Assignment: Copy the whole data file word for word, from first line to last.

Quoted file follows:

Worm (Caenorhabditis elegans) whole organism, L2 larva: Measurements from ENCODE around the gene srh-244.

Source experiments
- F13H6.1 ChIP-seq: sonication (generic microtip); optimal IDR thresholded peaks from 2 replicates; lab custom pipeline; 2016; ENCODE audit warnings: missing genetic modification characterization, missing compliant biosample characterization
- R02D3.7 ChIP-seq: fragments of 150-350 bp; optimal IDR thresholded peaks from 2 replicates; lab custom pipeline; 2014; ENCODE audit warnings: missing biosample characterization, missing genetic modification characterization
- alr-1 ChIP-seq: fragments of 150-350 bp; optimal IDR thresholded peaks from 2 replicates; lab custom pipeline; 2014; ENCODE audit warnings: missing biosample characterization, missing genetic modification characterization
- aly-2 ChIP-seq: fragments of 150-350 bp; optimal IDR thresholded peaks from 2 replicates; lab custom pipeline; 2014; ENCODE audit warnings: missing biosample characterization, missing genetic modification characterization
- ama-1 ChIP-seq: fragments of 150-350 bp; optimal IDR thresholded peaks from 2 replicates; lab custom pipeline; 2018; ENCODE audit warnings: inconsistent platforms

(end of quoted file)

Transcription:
Worm (Caenorhabditis elegans) whole organism, L2 larva: Measurements from ENCODE around the gene srh-244.

Source experiments
- F13H6.1 ChIP-seq: sonication (generic microtip); optimal IDR thresholded peaks from 2 replicates; lab custom pipeline; 2016; ENCODE audit warnings: missing genetic modification characterization, missing compliant biosample characterization
- R02D3.7 ChIP-seq: fragments of 150-350 bp; optimal IDR thresholded peaks from 2 replicates; lab custom pipeline; 2014; ENCODE audit warnings: missing biosample characterization, missing genetic modification characterization
- alr-1 ChIP-seq: fragments of 150-350 bp; optimal IDR thresholded peaks from 2 replicates; lab custom pipeline; 2014; ENCODE audit warnings: missing biosample characterization, missing genetic modification characterization
- aly-2 ChIP-seq: fragments of 150-350 bp; optimal IDR thresholded peaks from 2 replicates; lab custom pipeline; 2014; ENCODE audit warnings: missing biosample characterization, missing genetic modification characterization
- ama-1 ChIP-seq: fragments of 150-350 bp; optimal IDR thresholded peaks from 2 replicates; lab custom pipeline; 2018; ENCODE audit warnings: inconsistent platforms